By: Mark Mwenda
In underserved populations, the contribution of community health workers (CHWs) is vital to the healthcare system. Preparing the health workforce to work towards the attainment of a country’s health objectives represents one of the most important challenges for its health system.
In Kenya, the government established its community health worker (CHW) program in 2006 as a key innovation of the Community Health Strategy. Within this strategy, CHWs function at the lowest level (tier 1) of service delivery structure known as the Community Health Units (CHUs). Within this structure, CHVs (commonly referred to as Community Health Volunteers) provide promotive and preventive health services at the household level. They also collect household-level demographic and health information and assist sick residents to navigate the health system through facilitation of referrals, including following up with those under long-term treatment within the community (Kenya Community Health Strategy 2020-2025). However, a shortage of community health volunteers is hindering the achievement of the Sustainable Development Goals and Universal Health Coverage in the country.
To get more insight on this, I had the opportunity to talk to Rose Njoroge, a Community Health Volunteer based in Kenya, Kiambu County. I met her in the Muthaara Health Facility, where she was busy analyzing the weekly community health referral documents for follow-up. She had this to say:
“Community Health Volunteers require recognition, support and respect for them to be effective in administering their duties. Provision of an empowering environment for CHVs is crucial for realizing utmost efficiency.
CHVs spend much of their time traveling within the community, speaking to groups, visiting homes and healthcare facilities, and distributing information. The long walking journey has a crimping effect on the performance of their work. This is worsened by the fact that they serve an extremely large population, [more] than they can manage.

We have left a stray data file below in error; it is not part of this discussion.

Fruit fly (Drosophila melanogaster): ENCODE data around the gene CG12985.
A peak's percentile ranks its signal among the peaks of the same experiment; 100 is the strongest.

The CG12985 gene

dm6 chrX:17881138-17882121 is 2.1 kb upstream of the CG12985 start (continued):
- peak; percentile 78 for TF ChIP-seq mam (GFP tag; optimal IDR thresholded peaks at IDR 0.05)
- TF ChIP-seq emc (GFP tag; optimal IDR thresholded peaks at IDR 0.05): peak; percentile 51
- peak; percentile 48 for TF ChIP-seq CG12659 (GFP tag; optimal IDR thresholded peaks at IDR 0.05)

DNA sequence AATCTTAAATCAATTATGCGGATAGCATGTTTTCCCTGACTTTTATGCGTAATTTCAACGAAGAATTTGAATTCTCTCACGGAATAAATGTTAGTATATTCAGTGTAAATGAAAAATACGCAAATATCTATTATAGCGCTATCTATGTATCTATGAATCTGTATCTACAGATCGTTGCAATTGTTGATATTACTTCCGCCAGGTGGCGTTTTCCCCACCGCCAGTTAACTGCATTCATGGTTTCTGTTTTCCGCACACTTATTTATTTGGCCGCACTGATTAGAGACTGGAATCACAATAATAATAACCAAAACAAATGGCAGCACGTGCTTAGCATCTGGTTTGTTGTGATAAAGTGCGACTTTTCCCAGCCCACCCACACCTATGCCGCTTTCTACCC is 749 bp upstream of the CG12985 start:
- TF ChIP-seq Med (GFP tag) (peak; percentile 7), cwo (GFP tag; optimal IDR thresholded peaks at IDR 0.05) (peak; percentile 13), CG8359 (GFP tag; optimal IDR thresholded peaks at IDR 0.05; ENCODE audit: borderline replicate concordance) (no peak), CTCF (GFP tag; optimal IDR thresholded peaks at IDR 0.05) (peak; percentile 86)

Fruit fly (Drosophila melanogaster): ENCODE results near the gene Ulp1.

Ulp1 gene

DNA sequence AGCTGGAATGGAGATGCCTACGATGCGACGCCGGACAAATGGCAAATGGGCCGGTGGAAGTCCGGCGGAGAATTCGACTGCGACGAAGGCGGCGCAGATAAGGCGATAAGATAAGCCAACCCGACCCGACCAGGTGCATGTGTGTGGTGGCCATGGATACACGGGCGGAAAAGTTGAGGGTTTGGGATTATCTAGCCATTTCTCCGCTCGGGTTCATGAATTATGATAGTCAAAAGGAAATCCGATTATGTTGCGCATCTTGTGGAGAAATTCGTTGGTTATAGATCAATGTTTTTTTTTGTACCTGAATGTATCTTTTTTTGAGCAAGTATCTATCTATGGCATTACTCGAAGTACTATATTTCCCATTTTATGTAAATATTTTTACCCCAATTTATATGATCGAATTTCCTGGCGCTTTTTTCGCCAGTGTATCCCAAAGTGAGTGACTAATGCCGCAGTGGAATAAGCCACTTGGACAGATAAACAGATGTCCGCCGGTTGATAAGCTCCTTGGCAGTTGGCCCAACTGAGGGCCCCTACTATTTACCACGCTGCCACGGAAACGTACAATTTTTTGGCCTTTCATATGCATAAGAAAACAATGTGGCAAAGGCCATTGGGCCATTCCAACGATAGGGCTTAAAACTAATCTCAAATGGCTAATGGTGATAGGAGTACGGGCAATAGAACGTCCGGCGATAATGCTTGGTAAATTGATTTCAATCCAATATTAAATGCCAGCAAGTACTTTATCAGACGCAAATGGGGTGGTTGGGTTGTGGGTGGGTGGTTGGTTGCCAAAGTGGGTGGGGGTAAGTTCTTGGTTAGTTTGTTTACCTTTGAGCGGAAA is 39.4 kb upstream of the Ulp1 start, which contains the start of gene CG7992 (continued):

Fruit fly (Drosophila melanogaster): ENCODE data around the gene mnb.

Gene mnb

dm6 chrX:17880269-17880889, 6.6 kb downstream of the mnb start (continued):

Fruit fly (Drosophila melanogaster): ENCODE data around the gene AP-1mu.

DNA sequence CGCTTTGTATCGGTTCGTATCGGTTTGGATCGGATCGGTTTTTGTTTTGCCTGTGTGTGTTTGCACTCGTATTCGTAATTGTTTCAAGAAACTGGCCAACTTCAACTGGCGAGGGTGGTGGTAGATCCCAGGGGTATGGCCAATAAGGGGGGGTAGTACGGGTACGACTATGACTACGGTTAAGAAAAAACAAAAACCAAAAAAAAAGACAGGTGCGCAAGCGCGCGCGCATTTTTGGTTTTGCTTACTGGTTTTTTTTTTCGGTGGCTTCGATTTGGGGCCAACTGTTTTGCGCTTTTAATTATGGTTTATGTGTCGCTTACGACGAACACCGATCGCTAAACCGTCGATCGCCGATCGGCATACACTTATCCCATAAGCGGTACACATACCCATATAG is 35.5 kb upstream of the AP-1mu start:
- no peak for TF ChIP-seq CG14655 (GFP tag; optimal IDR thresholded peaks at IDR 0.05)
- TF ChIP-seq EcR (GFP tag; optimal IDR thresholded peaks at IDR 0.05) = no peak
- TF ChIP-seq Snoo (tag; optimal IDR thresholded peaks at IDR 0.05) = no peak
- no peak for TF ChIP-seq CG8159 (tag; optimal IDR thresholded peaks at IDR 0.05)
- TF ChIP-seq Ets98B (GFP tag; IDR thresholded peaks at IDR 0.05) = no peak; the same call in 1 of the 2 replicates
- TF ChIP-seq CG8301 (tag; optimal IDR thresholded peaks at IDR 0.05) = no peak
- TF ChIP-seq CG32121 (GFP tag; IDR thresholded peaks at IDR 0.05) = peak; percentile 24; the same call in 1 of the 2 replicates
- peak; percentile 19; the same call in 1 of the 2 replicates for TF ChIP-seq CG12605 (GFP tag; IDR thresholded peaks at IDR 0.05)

Approximately two months ago, I was reading a certain document and realized that there is a universal recommendation that an individual CHV should attend to about one hundred households. However, this is not the case at all here in Kenya. An example is the area I serve, based on the population estimates of the Kenya 2019 census, over 76,000 individuals are attended to by only seventy CHVs. This means each CHV is tasked to serve over 1,000 community members. This automatically makes it hard to effectively attend to the community as expected.
Moreover, lack of transport during reporting and when visiting households for follow ups and health education and the impassable road networks, delays passing of information to the right target group at the right time. This is because of the large geographic area that a CHV covers walking, which is usually very tiresome. This has led to many CHVs quitting their roles.
During household visits, CHWs often provide action points for interventions to address health issues. However, some community members’ views contradict information explained by CHVs, which delays action. This lack of commitment by households in implementing issues raised by CHVs during household visits causes a lot of time wastage as we try to convince them. [As a result], reaching the required target on a certain activity becomes difficult.
Community Health Units located in urban areas are also difficult to operate in for CHVs. There is a constraint in client follow-up due to migration issues. In addition, the areas are densely populated with members of diverse backgrounds. As a result, it becomes difficult to create awareness on health issues in the community, due to lack of understanding among some of the community members on how to tackle specific health issues: for example, how to carry out community dialogue.”
Despite these challenges, Rose has not wavered in her role as a community health volunteer. She explains her motivating factors to give her best to the community.
“My desire to make a positive impact on people is my major motivator. I am deeply committed to improving the health and well-being of those around me, and I am willing to work tirelessly to achieve this goal. Support from community members themselves is also a big motivation to me. Seeing the positive change in the community develops a sense of accomplishment in being able to help others and make a difference in the community. Moreover, being a CHV is an opportunity for personal growth through learning new skills and experiences that advance my life.
Ultimately, there should be an effort by community health stakeholders in supporting CHVs by the creation of more Community Health Units per administrative ward, so that we can manage to attend to the community effectively within a small geographical area. There should also be an investment on the means of movement for CHVs in the community. In healthcare, time is the most important resource and it is, therefore, important to provide an enabling environment for CHVs to reach communities easily with less time wastage.”
Rose Njoroge shares her reflections and recommendations on the CHW shortage in Kenya.